Feminists in the 1990s achieved a truly monumental breakthrough when they secured the formal recognition of women’s rights as human rights, and of violence against women as a human rights violation. This work continues, in new ways, as gender-based violence continues unabated. With an expanded and updated 16 Days campaign, we are gearing up for another breakthrough: adopting new, legally-binding international standards to eliminate gender-based violence in the world of work.
In 2015, the ILO — the only tripartite UN agency with government, employer, and worker representatives — decided to launch a standard-setting process on harassment and violence against women and men in the world of work, followed by a Meeting of Experts on violence against women and men.
In June 2018, the ILO began a series of discussions on a potential new ILO instrument on violence and harassment in the world of work at the International Labour Conference, in a committee composed of representatives from governments, employers, and worker unions.
In June 2019, the ILO committee will meet again to decide on the final content and what form the instrument will take: a legally binding convention, a non-legally binding recommendation, or a convention supplemented by a recommendation. We believe that the ILO should adopt the strongest possible instrument — a legally-binding convention supplemented by a recommendation. We demand an explicit and clear focus on gender-based violence. The convention should also include clear guidance for governments, employers, and trade unions to identify and eliminate discriminatory behaviors and address the discriminatory outcomes of unequal power relations that lie at the heart of gender-based violence.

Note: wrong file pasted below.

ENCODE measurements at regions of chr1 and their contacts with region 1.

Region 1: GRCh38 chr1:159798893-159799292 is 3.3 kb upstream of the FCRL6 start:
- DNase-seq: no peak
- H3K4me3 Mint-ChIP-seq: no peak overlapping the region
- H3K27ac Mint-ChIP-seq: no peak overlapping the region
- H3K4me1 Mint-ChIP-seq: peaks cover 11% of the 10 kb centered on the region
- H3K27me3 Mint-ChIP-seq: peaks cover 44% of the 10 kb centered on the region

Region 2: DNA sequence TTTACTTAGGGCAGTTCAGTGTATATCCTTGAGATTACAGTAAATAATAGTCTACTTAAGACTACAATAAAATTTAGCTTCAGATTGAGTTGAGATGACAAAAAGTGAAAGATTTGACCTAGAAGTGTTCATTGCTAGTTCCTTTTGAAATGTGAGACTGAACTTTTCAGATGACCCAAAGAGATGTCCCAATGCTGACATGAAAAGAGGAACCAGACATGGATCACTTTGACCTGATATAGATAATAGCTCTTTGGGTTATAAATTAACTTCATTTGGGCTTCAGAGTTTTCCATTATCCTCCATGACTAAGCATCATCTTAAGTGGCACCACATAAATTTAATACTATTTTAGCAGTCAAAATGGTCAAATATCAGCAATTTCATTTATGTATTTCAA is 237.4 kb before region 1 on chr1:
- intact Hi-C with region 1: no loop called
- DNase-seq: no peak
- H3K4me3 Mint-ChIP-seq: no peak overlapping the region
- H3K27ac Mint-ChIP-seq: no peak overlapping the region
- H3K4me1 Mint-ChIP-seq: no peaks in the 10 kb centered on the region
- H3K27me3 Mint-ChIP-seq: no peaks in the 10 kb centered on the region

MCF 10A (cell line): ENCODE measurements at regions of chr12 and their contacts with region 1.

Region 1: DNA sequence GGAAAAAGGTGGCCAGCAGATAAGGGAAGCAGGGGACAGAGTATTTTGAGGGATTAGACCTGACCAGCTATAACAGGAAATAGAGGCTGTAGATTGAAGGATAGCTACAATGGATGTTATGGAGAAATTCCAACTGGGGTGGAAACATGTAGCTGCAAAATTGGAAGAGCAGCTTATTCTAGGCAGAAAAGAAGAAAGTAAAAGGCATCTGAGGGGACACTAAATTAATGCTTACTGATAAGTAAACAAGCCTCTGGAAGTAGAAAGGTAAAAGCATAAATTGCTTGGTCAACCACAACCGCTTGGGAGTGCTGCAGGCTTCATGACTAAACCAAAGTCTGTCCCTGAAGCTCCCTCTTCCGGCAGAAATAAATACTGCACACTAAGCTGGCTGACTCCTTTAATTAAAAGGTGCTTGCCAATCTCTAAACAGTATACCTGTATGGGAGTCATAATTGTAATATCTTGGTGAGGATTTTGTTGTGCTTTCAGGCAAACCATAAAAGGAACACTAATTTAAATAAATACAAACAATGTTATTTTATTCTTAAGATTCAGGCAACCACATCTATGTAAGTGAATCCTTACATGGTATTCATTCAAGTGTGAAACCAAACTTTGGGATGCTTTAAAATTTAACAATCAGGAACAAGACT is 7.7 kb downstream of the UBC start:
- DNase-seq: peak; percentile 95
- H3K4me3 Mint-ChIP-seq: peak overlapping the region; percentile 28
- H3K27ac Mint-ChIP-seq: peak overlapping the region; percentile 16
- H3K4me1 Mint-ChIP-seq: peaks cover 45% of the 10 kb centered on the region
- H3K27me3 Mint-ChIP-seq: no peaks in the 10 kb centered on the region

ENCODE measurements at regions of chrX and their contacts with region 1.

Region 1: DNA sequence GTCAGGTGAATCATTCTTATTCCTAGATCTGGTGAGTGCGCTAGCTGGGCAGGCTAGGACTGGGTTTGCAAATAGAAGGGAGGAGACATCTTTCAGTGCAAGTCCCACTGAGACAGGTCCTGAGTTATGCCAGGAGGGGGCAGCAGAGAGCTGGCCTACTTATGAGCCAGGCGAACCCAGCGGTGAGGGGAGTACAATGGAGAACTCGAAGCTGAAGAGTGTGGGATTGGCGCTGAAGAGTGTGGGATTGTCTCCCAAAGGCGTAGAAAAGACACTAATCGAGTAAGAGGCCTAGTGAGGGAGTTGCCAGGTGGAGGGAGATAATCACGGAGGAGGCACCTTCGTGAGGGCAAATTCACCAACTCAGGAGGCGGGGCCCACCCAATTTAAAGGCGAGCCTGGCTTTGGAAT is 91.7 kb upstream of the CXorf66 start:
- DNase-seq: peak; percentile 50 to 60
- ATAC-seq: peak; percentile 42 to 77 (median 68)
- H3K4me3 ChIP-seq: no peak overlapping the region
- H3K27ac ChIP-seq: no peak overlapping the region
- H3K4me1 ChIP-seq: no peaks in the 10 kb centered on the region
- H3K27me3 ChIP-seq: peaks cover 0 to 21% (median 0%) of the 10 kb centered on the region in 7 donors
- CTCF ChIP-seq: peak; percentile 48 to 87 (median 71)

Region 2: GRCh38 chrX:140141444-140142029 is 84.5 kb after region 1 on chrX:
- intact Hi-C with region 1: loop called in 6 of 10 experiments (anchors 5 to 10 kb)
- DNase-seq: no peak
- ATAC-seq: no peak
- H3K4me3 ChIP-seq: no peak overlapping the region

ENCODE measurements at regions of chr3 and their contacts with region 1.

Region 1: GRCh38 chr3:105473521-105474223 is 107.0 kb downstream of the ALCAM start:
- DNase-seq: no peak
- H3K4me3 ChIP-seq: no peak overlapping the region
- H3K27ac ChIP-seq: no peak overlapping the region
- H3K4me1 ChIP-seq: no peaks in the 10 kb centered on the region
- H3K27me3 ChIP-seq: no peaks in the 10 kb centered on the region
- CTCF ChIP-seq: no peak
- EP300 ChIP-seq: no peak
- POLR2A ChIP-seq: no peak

To date the largest global advocacy campaign for the adoption of a strong convention on gender-based violence in the world of work has been led by unions and labor organizations. The feminist movement has largely been absent from these advocacy efforts, which is a gap we aim to address. As feminists we will strengthen the global demand for a convention by harnessing the power and leveraging the reach of the 16 Days Campaign, including by encouraging strong local and grassroots mobilization to demand that governments support the ILO’s adoption of a strong and inclusive convention supplemented by a recommendation in June 2019. Once a new instrument is adopted by the ILO, the advocacy will shift towards demanding government ratification of the convention and broad implementation in accordance with women’s human rights.